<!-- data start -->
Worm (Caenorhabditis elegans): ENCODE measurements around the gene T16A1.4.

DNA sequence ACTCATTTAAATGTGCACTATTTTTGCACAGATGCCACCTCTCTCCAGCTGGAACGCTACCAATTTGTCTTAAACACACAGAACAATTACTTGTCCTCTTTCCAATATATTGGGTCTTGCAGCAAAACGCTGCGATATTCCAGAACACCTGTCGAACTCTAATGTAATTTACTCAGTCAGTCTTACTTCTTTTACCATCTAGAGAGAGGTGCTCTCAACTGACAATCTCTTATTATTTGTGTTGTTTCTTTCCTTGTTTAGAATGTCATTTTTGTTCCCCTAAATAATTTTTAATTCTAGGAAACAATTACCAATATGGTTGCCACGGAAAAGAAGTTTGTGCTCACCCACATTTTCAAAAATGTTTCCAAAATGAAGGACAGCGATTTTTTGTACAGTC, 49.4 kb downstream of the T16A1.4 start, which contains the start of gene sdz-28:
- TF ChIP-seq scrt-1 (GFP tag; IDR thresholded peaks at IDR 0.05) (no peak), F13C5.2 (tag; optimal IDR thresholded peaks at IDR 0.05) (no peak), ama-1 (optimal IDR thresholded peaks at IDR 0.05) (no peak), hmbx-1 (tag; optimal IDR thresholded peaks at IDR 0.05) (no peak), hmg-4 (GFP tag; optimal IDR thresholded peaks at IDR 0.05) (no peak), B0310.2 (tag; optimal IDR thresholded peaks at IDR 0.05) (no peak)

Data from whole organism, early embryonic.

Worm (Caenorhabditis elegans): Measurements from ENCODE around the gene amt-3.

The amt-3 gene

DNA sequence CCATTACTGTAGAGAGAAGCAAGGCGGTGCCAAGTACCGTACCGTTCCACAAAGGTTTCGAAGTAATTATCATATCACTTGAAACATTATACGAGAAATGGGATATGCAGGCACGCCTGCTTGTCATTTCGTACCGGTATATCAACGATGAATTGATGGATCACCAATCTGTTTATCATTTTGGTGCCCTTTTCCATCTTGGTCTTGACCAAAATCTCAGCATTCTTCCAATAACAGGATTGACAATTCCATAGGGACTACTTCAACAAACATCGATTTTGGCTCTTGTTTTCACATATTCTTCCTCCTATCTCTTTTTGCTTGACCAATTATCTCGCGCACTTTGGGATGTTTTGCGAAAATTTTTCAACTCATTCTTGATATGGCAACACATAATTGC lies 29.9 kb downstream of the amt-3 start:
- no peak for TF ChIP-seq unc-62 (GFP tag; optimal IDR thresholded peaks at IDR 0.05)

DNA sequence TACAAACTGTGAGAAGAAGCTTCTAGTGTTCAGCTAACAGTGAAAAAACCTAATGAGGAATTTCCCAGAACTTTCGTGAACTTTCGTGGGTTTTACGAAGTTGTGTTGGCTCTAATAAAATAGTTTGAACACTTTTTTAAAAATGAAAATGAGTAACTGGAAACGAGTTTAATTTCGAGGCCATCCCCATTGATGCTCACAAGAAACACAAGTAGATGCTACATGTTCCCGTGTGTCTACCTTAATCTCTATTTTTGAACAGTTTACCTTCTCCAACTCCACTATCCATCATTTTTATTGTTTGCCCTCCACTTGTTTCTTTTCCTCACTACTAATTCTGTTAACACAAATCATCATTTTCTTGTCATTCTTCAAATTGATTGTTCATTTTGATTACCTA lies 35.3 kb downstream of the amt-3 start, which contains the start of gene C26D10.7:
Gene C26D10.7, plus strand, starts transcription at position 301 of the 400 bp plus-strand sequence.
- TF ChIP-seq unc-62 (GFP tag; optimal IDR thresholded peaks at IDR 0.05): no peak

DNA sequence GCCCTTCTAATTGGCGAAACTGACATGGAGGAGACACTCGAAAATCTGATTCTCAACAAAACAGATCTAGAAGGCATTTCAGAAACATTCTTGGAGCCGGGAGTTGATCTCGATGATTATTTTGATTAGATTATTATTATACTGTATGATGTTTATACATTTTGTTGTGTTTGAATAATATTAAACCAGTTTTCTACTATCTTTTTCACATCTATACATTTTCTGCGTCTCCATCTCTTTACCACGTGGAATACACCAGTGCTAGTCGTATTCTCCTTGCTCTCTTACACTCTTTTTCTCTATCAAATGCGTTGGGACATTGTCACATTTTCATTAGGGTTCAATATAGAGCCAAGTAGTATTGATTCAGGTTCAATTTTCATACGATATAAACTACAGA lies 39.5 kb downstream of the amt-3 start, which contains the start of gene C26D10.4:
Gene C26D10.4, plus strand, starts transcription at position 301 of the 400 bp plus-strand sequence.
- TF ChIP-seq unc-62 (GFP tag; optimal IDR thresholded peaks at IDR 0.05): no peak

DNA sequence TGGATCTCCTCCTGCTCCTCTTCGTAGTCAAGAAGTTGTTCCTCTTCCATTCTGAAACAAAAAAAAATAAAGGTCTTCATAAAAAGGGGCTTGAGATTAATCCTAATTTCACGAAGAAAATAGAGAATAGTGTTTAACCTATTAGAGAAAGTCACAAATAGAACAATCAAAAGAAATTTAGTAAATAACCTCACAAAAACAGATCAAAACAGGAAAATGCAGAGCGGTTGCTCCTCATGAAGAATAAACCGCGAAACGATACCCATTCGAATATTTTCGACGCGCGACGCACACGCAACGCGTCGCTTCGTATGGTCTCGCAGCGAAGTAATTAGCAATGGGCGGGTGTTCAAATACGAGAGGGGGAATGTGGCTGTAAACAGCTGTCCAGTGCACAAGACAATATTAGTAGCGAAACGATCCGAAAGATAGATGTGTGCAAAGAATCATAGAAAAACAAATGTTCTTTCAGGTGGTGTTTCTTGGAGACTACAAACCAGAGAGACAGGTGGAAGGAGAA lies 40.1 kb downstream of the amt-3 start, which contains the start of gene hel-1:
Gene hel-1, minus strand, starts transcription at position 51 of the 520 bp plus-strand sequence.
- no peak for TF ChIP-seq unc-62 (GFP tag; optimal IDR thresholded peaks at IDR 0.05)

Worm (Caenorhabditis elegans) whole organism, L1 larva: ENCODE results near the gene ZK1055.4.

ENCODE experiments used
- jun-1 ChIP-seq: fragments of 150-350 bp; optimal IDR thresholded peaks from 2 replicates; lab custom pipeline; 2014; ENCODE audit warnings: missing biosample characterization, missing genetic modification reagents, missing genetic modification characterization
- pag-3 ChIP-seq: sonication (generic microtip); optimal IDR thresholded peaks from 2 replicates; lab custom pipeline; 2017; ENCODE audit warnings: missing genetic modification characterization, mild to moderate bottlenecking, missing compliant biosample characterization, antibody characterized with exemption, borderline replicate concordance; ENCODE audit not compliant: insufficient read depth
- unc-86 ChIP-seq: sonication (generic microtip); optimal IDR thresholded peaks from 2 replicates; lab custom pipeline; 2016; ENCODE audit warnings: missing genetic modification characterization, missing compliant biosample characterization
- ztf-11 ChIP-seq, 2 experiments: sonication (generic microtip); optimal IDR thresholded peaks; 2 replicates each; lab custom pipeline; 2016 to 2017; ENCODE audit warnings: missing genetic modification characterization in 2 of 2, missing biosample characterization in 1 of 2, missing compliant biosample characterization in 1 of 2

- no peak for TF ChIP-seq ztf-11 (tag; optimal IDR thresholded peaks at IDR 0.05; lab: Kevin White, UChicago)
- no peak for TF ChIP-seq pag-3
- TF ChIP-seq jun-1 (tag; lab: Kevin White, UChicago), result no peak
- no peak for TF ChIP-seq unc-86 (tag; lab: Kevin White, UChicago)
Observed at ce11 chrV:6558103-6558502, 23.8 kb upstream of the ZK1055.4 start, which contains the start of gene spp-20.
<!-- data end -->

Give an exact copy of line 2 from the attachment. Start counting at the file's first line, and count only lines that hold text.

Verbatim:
DNA sequence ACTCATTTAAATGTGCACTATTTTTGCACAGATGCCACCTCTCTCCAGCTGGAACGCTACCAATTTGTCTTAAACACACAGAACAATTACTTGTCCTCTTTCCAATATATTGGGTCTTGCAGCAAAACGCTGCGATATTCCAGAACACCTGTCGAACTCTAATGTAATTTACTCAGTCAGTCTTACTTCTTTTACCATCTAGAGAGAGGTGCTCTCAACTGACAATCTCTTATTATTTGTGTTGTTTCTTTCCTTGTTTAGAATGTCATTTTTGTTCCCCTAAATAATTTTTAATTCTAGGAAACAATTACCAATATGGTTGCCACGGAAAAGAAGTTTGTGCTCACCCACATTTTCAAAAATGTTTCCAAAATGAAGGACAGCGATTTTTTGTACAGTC, 49.4 kb downstream of the T16A1.4 start, which contains the start of gene sdz-28: